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“The United States and Russia are entering a new arms race, and the costs aren’t just monetary. On August 8, Russian civilians around the remote village of Nyonoksa found themselves downwind of a military nuclear propulsion experiment gone wrong in the White Sea, just outside the Arctic Circle. According to the Russian ministry of defense, a liquid propellant rocket engine had gone awry and exploded.
This by itself was alarming, but not unprecedented: Liquid propellants, long preferred in many Russian missiles, are volatile and have exploded when prematurely brought into contact with oxidizing agents. What made this month’s explosion more significant was Russia’s acknowledgement that a “nuclear isotope power source” was involved. Seven people—including five scientists from Sarov, one of Russia’s secret nuclear complexes—were killed in the explosion. Russian state weather monitors reported heightened background radiation levels around the site and beyond. A press release from a Norwegian monitoring agency a week after the incident noted that “tiny amounts of radioactive iodine”—a common byproduct of the sort of nuclear fission that might take place in a reactor—had been detected in northern Norway.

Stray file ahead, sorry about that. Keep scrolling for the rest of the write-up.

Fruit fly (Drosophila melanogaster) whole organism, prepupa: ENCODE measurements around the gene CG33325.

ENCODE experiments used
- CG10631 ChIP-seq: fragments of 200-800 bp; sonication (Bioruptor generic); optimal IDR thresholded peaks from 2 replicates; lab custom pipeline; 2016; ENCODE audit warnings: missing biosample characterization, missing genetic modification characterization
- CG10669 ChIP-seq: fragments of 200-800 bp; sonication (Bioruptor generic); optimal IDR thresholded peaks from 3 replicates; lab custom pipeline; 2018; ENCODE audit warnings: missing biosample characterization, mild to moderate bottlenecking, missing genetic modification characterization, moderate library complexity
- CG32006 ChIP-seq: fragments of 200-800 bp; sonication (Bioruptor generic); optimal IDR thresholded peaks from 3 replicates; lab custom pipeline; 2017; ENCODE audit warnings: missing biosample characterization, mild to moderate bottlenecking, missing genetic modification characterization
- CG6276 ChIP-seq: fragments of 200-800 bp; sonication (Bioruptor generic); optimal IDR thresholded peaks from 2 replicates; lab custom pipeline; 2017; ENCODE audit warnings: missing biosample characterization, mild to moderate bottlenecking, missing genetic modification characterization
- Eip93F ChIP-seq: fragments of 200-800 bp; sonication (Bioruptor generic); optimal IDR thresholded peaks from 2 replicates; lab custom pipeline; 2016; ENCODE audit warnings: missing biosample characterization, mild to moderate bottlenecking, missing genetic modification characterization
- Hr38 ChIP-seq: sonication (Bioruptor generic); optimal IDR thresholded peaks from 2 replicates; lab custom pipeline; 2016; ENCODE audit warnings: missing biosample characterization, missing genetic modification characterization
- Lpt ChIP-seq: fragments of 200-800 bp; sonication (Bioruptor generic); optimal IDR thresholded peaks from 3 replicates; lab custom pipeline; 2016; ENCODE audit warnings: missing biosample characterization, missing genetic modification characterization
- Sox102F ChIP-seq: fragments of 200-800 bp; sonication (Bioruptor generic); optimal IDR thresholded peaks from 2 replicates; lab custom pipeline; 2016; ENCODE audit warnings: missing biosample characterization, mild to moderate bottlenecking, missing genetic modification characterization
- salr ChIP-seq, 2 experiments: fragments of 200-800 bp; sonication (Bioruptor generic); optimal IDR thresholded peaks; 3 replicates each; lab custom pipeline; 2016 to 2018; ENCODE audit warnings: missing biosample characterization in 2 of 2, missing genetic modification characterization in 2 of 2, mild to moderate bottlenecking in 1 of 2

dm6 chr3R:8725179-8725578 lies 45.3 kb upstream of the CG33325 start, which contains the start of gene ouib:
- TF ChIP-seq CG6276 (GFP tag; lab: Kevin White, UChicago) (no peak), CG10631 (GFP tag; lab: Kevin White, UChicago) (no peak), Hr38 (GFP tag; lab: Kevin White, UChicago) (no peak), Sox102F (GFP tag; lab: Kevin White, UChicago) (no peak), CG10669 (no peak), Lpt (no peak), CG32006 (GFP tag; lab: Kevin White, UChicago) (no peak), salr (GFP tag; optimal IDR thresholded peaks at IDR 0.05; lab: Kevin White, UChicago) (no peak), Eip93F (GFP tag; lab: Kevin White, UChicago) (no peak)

The exact sort of weapon Russia may have been testing is unknown, but the balance of evidence points to a probable culprit: the Burevestnik nuclear-powered cruise missile. Nuclear nonproliferation expert Jeffrey Lewis and his team of researchers out in Monterey, California, have done much of the work in compiling this evidence, which includes the presence of a nuclear fuel carrier ship that was known to have been involved in recovery efforts after a previous failed test of the missile. Known in NATO countries as the SSC-X-9 SKYFALL, the Burevestnik’s atomic propulsion is said by Russian state media to give the missile “almost unlimited range, non-predictable trajectory and high air defense penetration capacity.””
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